At once intimate and epic, The Orchardist is historical fiction at its best, in the grand literary tradition of William Faulkner, Marilynne Robinson, Michael Ondaatje, Annie Proulx, and Toni Morrison.
In her stunningly original and haunting debut novel, Amanda Coplin evokes a powerful sense of place, mixing tenderness and violence as she spins an engrossing tale of a solitary orchardist who provides shelter to two runaway teenage girls in the untamed American West, and the dramatic consequences of his actions.
The implacable hand of fate, and the efforts of a quiet, reclusive man to reclaim two young sisters from their harrowing past, are the major forces at play in this immensely affecting first novel. In a verdant valley in the Pacific Northwest during the early years of the 20th century, middle-aged Talmadge tends his orchards of plum, apricot, and apples, content with his solitary life and the seasonal changes of the landscape he loves. Two barely pubescent sisters, Jane and Della, both pregnant by an opium-addicted, violent brothel owner from whom they have escaped, touch Talmadge's otherwise stoic heart, and he shelters and protects them until the arrival of the girls' pursuers precipitates tragic consequences. Talmadge is left with one of the sisters, the baby daughter of the other, and an ardent wish to bring harmony to the lives entrusted to his care. Coplin relates the story with appropriate restraint, given Talmadge's reserved personality, and yet manages to evoke a world where the effects of two dramatic losses play out within a strikingly beautiful natural landscape. In contrast to the brothel owner, Michaelson, the other characters in Talmadge's community an insightful, pragmatic midwife; a sensitive Nez Perce horse trader; a kindly judge conduct their lives with dignity and wisdom. When Della fails to transcend the psychological trauma she's endured, and becomes determined to wreak revenge on Michaelson, Talmadge turns unlikely hero, ready to sacrifice his freedom to save her. But no miracles occur, as Coplin refuses to sentimentalize. Instead, she demonstrates that courage and compassion can transform unremarkable lives and redeem damaged souls. In the end, "three graves side by side," yet this eloquent, moving novel concludes on a note of affirmation.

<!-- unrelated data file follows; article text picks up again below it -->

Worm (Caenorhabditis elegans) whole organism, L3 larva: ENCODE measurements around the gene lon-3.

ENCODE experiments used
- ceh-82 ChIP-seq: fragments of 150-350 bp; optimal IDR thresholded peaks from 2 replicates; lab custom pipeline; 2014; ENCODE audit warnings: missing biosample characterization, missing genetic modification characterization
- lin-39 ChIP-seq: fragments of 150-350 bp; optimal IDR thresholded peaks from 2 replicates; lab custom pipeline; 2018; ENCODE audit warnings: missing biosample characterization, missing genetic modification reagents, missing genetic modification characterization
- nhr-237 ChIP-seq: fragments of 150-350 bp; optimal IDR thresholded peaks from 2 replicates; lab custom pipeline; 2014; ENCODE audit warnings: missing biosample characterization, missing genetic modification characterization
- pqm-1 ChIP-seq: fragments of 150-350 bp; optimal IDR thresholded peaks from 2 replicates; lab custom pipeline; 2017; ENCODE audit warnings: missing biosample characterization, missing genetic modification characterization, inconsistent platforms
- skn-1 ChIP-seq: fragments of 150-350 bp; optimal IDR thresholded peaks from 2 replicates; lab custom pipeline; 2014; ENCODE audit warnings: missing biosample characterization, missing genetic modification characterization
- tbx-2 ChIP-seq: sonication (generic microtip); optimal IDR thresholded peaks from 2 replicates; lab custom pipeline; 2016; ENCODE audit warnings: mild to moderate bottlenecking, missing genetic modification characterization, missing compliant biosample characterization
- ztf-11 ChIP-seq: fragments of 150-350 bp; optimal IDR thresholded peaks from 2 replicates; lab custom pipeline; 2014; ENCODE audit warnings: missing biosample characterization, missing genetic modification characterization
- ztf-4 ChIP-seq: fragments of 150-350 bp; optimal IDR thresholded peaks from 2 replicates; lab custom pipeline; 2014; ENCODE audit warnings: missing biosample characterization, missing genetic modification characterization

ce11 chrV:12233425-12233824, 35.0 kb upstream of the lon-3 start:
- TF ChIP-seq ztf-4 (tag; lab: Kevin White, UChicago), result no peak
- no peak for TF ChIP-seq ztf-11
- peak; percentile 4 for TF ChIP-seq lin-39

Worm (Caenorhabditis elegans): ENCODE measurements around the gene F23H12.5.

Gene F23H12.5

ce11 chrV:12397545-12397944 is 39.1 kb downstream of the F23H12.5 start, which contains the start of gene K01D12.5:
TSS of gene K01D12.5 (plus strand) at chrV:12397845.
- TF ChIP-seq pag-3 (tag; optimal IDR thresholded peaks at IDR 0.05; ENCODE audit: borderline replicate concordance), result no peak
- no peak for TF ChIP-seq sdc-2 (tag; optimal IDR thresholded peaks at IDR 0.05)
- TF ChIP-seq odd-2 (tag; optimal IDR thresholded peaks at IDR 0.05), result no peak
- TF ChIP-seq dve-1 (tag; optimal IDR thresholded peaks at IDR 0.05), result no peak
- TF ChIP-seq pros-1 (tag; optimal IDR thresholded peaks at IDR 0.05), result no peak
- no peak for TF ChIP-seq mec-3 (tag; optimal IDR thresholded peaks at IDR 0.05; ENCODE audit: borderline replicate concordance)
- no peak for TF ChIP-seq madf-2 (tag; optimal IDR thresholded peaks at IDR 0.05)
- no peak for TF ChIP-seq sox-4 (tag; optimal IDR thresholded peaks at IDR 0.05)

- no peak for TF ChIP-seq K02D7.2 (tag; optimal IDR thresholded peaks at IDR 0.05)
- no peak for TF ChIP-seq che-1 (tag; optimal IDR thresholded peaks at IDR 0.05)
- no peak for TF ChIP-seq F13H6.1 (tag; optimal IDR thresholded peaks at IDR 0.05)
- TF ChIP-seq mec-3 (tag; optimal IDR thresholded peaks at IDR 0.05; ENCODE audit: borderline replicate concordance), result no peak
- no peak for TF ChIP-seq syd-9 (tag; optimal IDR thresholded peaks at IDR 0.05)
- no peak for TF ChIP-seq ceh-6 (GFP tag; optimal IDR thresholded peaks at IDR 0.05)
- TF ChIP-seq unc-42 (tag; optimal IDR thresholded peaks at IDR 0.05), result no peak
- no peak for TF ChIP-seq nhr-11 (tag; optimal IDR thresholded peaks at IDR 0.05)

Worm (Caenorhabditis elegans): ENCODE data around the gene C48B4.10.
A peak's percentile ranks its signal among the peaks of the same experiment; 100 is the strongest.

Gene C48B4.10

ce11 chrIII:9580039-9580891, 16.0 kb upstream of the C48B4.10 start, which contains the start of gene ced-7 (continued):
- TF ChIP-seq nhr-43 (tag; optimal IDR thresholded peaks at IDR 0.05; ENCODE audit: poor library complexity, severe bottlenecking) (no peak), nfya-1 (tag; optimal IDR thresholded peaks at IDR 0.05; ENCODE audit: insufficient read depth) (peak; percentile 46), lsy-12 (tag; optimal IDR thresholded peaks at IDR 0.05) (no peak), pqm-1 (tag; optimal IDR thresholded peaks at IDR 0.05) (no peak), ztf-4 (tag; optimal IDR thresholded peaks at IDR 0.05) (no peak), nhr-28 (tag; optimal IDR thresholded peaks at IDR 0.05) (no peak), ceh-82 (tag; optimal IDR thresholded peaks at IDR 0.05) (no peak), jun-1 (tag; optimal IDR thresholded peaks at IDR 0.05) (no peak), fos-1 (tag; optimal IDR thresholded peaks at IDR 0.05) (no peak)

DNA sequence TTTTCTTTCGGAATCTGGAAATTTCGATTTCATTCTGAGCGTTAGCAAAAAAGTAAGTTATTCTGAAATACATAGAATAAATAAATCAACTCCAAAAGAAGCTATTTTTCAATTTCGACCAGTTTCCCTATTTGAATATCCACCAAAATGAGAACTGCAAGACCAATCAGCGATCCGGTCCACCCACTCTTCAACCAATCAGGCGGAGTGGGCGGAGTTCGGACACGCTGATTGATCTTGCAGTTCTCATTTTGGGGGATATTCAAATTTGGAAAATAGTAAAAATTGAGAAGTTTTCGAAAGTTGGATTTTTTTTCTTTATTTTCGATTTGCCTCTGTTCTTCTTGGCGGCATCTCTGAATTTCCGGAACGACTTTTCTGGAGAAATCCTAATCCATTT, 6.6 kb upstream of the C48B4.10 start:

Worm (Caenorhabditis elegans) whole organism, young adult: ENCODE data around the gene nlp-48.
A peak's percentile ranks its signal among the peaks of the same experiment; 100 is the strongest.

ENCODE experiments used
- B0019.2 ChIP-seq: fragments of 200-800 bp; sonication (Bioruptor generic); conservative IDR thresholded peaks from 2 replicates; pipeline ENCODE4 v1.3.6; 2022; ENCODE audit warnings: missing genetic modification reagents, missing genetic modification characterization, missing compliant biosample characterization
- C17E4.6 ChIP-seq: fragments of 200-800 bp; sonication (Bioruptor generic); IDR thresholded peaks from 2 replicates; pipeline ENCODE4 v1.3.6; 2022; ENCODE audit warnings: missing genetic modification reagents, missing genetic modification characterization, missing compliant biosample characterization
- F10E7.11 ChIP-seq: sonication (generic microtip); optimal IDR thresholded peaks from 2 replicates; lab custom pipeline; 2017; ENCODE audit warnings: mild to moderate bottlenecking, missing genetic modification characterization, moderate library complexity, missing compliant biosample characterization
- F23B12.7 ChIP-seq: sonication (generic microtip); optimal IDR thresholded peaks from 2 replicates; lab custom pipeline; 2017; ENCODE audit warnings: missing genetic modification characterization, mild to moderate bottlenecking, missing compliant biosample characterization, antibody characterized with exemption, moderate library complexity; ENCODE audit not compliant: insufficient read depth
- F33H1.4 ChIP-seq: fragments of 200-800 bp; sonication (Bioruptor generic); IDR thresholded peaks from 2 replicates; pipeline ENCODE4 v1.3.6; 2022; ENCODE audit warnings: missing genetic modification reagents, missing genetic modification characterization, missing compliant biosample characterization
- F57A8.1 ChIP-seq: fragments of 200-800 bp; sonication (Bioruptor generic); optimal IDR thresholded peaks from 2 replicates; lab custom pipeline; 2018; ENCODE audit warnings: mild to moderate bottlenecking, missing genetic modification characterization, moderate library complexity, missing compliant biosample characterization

Customer ReviewsSee All
I was intrigued first by the title, which I thought was orchidist. After reading it again I got it. I’d never heard this word before. I live reading new words and was anxious to begin reading this book. What exactly was a Orchardist?
The reading of this book was work. I mean I couldn’t just glide over the words. I had to think and ponder as I imagined the people, places, the scenery and even feel myself being there. I liked Talmadge and respected him. He had some very interesting people drop into his orchard. He being such a solitary figure seemed to attach himself to many of them. He cared and grew to love them even. Though that wouldn’t be the word he’d use to describe his feelings. Those feelings seemed even foreign to him in a traditional sense. You could never say he was an indulgent man. He had and gave little in the way of physical things. He had no need of things. He worked very hard all his life and to see his dad orchard diminish over time was sad. I’d have liked to hear what happened to Angeline after she sold the orchard. Maybe another novel.
This novel is beautifully written and reminded me of the novels of John Steinbeck.
A deep read, enjoyed and learned.